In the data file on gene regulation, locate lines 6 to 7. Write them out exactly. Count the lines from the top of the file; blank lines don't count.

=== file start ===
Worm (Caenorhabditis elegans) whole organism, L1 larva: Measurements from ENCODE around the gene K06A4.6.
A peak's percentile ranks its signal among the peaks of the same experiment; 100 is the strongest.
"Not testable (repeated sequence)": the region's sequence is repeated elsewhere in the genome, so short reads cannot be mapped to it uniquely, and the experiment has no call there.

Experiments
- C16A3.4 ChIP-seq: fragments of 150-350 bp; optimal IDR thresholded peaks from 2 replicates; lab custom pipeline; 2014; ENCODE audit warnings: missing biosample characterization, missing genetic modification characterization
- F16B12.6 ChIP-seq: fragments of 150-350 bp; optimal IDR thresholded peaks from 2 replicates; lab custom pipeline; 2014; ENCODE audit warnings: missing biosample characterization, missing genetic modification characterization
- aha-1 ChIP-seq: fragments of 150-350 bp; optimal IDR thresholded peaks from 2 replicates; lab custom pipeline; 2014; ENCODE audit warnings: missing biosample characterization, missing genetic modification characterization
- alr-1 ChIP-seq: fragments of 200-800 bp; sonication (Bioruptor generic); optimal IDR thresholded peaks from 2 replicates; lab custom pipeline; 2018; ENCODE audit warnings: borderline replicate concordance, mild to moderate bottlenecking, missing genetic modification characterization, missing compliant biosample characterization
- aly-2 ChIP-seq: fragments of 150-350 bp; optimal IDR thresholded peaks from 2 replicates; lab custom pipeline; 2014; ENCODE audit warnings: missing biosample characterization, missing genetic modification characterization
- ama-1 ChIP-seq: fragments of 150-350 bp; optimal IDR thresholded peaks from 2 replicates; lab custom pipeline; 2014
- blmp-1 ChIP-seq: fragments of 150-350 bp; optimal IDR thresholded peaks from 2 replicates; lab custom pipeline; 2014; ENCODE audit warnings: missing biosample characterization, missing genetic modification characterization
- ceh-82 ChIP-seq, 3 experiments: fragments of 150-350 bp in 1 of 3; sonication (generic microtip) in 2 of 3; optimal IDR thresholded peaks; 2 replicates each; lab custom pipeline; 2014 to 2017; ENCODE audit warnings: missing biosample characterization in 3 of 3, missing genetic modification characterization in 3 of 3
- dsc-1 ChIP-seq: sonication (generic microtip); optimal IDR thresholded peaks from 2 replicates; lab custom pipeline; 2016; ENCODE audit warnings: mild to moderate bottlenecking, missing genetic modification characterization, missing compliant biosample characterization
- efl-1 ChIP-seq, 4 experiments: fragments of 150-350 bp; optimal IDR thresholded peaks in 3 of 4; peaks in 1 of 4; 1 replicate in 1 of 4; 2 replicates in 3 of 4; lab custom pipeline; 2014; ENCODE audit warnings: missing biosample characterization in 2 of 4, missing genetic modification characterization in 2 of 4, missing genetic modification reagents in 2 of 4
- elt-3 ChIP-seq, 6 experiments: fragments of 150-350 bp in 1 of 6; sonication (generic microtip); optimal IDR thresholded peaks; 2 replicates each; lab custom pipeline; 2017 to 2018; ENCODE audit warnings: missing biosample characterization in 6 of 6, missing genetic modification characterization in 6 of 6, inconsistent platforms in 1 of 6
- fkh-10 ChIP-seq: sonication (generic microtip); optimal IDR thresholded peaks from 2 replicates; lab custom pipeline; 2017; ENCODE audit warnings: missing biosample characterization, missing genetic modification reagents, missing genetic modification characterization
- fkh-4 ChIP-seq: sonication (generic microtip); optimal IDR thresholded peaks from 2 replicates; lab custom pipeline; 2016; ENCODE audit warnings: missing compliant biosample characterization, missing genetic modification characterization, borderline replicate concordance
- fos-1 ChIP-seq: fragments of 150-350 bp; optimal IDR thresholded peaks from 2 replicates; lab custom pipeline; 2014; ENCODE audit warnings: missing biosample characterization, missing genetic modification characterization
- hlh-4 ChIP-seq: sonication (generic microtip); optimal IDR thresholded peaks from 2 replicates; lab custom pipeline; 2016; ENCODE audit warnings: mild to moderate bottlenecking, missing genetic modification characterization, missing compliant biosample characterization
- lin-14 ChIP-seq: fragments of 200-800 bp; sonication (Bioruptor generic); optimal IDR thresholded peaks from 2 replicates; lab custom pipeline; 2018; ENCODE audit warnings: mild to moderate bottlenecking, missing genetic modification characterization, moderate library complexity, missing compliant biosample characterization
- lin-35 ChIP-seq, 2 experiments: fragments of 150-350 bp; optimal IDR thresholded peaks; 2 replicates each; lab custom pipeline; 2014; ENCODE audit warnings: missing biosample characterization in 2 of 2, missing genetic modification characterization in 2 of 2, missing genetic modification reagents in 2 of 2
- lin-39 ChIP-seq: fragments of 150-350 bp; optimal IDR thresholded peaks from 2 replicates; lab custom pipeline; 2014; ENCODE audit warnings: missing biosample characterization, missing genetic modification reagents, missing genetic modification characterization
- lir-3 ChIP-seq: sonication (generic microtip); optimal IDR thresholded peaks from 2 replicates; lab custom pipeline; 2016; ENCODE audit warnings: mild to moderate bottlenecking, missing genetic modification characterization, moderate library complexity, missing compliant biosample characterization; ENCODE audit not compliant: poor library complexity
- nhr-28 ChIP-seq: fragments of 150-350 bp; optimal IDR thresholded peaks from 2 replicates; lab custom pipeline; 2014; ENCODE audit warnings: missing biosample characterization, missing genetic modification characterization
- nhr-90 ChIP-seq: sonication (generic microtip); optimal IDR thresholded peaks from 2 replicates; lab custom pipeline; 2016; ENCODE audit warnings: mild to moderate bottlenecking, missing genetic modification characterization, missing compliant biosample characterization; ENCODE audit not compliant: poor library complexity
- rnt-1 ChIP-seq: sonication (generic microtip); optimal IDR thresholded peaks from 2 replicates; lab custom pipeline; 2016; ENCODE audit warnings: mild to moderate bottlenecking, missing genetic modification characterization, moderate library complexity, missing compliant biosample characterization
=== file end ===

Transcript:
- F16B12.6 ChIP-seq: fragments of 150-350 bp; optimal IDR thresholded peaks from 2 replicates; lab custom pipeline; 2014; ENCODE audit warnings: missing biosample characterization, missing genetic modification characterization
- aha-1 ChIP-seq: fragments of 150-350 bp; optimal IDR thresholded peaks from 2 replicates; lab custom pipeline; 2014; ENCODE audit warnings: missing biosample characterization, missing genetic modification characterization